❤💖💕It’s Valentine’s Day – and yes, I will be going for a meal out with Mr. C. later – thanks for asking! And I was thinking about some of the great romantic figures in history and their grand gestures.
Perhaps one of the greatest doomed loves was Romeo and Juliet. One of the pivotal scenes in the play is the famous “balcony” scene where Romeo hides in Juliet’s garden and sees her on the “balcony”.
Except he doesn’t.
Be careful what you believe on TV or in the movies.
Balconies were not a thing in Shakespeare’s time. The Oxford English Dictionary has the word “balcone” first used in 1618 – 2 years AFTER Shakespeare’s death.
If you read the original test, Juliet appears at a window – which is reinforced by Romeo’s words on seeing her:- “Soft, what light from yonder window breaks? It is the east and Juliet is the sun!”.
He didn’t climb up the Balcony – so they weren’t close enough to whisper. Romeo had to hide in the bushes as his life would be in danger if he were seen. Therefore – you could say their public speaking skills came into play. We can surmise that they had to project their voices enough that they could be heard by the other, as Romeo talks to himself at first and Juliet doesn’t hear him.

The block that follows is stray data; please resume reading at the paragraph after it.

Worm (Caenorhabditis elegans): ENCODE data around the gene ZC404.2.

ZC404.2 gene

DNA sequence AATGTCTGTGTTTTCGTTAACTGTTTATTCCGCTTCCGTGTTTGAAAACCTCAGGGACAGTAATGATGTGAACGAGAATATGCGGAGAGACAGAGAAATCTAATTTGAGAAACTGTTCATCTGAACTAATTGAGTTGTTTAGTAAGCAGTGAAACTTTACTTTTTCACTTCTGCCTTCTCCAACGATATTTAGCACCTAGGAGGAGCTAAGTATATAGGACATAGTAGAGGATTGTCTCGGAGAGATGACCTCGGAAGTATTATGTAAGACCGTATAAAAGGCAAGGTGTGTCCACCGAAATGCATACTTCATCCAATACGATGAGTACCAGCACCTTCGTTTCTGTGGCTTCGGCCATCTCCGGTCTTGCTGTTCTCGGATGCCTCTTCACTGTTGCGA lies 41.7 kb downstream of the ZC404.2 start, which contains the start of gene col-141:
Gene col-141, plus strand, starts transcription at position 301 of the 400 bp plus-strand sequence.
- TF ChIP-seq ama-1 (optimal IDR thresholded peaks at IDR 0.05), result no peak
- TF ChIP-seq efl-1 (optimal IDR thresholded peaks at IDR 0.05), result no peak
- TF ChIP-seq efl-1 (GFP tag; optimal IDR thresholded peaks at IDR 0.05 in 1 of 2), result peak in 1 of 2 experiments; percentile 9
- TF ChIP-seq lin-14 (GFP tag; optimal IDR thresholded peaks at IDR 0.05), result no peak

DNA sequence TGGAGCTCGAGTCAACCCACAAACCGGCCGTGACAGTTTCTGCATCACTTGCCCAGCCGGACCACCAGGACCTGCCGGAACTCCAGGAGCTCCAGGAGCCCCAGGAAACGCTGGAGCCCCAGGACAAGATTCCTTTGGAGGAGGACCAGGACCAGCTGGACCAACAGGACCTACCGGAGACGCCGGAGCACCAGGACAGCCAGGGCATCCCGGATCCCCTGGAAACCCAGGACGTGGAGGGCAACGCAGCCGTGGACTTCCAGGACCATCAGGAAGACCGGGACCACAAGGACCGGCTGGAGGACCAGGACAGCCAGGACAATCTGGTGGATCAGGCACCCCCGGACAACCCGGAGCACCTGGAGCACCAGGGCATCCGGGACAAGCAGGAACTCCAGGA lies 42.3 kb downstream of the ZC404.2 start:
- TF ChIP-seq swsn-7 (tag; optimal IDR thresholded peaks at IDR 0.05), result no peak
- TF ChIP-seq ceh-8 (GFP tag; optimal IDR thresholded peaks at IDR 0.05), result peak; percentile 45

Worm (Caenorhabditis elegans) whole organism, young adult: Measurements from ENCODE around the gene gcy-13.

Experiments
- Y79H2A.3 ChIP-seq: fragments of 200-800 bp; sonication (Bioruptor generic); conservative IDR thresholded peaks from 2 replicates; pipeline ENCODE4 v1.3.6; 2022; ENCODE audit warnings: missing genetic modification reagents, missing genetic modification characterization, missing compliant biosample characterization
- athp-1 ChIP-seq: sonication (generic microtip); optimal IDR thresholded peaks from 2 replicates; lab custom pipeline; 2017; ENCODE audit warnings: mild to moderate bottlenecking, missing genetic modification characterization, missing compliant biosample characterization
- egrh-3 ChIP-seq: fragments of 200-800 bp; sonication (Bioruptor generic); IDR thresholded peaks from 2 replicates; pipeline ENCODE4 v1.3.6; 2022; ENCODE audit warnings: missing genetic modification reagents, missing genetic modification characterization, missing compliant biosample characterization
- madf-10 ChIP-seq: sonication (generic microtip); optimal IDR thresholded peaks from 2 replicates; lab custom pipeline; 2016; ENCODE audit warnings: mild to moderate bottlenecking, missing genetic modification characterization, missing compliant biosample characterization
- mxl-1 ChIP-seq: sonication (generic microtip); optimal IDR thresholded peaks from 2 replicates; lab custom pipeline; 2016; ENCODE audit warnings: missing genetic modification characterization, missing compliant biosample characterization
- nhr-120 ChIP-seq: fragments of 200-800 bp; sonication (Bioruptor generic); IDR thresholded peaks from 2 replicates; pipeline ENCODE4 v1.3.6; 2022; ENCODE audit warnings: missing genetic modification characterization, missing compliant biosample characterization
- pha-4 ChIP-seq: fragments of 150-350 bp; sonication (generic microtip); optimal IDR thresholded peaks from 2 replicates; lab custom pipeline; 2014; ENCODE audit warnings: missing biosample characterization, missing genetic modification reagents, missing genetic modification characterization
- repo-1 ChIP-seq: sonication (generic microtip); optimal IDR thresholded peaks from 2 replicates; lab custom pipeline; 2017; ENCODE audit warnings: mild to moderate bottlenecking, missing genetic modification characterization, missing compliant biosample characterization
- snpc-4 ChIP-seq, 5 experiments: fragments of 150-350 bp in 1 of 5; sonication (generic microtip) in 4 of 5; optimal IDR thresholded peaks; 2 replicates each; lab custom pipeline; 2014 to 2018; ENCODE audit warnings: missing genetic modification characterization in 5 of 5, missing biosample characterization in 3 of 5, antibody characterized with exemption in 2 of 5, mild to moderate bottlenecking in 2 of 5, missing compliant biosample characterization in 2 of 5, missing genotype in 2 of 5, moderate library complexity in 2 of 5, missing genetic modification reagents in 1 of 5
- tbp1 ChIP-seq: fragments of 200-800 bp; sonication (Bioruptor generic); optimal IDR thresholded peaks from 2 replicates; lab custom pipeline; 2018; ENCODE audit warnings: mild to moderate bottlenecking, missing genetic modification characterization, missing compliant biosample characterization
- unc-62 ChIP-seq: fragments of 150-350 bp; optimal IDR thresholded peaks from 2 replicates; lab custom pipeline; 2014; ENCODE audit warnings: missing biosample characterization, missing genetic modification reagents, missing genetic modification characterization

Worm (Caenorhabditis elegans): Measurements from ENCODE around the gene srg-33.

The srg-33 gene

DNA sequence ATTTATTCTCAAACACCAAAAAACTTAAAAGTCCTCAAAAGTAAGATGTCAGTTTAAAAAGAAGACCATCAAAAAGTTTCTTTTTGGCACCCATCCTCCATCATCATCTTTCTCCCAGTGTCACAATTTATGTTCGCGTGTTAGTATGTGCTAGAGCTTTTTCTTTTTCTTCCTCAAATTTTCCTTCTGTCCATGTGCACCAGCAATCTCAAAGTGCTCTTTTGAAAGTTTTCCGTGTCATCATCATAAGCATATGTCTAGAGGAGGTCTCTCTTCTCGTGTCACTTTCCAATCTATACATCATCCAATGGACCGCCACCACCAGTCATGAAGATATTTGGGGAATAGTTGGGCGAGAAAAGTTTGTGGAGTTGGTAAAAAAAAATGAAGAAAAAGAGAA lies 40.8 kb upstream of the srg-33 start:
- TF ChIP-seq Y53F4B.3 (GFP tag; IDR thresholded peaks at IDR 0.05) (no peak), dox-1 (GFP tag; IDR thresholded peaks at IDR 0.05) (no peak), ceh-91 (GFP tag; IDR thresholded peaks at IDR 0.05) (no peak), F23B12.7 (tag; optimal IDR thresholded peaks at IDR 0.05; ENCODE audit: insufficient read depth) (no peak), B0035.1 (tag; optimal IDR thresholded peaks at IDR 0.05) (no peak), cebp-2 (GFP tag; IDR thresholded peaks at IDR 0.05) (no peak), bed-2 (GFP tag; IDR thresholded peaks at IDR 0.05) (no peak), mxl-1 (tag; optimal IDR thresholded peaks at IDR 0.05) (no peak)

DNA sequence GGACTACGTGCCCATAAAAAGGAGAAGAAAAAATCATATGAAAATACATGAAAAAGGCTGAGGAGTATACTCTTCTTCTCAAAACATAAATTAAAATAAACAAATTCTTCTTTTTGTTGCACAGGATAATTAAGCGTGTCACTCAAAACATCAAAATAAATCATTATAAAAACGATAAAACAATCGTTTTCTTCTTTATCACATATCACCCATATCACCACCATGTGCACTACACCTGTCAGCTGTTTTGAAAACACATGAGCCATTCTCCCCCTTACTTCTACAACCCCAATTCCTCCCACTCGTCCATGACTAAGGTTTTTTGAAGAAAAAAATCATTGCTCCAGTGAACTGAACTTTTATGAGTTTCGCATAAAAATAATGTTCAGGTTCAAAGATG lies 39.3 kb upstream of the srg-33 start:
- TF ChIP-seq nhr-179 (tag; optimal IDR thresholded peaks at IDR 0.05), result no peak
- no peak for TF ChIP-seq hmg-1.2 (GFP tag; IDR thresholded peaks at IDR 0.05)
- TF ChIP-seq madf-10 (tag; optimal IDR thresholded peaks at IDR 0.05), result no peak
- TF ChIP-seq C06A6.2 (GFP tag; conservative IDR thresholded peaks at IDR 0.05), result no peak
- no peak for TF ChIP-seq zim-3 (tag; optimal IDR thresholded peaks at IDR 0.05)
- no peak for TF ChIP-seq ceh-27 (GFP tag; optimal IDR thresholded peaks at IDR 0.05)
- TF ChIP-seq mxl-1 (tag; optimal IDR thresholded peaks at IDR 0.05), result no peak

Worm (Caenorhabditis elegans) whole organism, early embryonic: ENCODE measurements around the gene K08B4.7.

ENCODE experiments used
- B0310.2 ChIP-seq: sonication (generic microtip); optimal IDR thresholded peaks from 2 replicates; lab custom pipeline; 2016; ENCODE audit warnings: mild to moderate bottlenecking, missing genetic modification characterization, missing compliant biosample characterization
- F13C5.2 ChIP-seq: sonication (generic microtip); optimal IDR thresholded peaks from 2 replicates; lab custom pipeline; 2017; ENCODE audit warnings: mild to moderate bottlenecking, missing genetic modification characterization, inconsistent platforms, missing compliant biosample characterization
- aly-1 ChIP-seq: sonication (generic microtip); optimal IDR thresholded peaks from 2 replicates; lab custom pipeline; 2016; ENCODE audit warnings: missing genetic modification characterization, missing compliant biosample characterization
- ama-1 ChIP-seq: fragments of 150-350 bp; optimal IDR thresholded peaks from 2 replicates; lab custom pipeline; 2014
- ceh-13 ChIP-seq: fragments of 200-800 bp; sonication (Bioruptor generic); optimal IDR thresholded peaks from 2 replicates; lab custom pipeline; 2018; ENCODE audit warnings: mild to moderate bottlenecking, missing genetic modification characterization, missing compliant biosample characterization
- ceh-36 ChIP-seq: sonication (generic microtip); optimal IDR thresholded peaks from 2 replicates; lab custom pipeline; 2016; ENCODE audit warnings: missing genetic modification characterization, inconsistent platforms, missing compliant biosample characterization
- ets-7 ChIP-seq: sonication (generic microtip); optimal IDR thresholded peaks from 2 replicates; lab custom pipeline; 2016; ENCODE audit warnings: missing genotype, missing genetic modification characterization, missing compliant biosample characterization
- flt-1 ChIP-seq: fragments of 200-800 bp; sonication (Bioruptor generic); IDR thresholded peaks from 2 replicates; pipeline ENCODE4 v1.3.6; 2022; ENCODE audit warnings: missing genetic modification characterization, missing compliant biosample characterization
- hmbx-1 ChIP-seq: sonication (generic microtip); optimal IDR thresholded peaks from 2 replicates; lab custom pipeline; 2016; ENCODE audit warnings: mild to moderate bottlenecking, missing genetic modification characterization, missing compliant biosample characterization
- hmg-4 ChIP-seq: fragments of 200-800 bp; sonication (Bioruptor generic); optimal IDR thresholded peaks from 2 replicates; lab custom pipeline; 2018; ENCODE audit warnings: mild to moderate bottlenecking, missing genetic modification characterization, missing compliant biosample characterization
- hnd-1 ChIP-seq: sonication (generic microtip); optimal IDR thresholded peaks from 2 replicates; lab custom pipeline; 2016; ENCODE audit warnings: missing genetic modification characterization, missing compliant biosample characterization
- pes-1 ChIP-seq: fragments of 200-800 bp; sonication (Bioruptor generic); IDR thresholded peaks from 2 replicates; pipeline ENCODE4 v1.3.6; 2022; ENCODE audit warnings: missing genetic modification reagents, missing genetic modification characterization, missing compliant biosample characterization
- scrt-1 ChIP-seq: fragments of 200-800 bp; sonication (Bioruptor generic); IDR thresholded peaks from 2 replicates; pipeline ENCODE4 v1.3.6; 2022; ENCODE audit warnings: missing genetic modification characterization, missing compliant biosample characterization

But it is not just the projection of the voice that is important in romantic heroes – it is the words themselves. There are so many examples of the power of words in romantic fiction, but one that stands out is from Doctor Zhivago, and goes:-
“You and I, it’s as though we have been taught to kiss in heaven and sent down to earth together, to see if we know what we were taught.”
Words are powerful.
To be able to say the right things to the right people at the right time is a skill. Words create emotions, they create mental pictures, they create trust and connection between people – between you and your audience. They also create beliefs – positive or self-limiting. Be careful what you say to others, and be even more careful what you say to yourself and to your loved ones. Words can heal and words can wound – and once heard they can’t be unheard.
How many people hold onto words that were said to them as a child – positive or negative? You might have been told you were clever, or stupid. Or perhaps that you were brave, or a “cry baby”. The most powerful thing you can be told is that you were/are loved. And fortunate are the kids who knew that all their childhoods.
So – not just today on Valentine’s day – but on every day of the year – tell the people who matter to you that you love them. It’s the most powerful thing in the world. Romeo and Juliet died for their love of each other. Mothers have moved cars with their bare hands to free their trapped children.
It doesn’t need to be great prose or poetry. Most of us aren’t Shakespeare. Just – in your own words – and with feeling – tell someone you love them…..today.
I coach people to develop their public speaking skills, their stories, and their presentations. Whether that is in a sales situation, a networking event, weddings, funerals or keynote speeches. Get in touch on firstname.lastname@example.org or follow me on Facebook or Instagram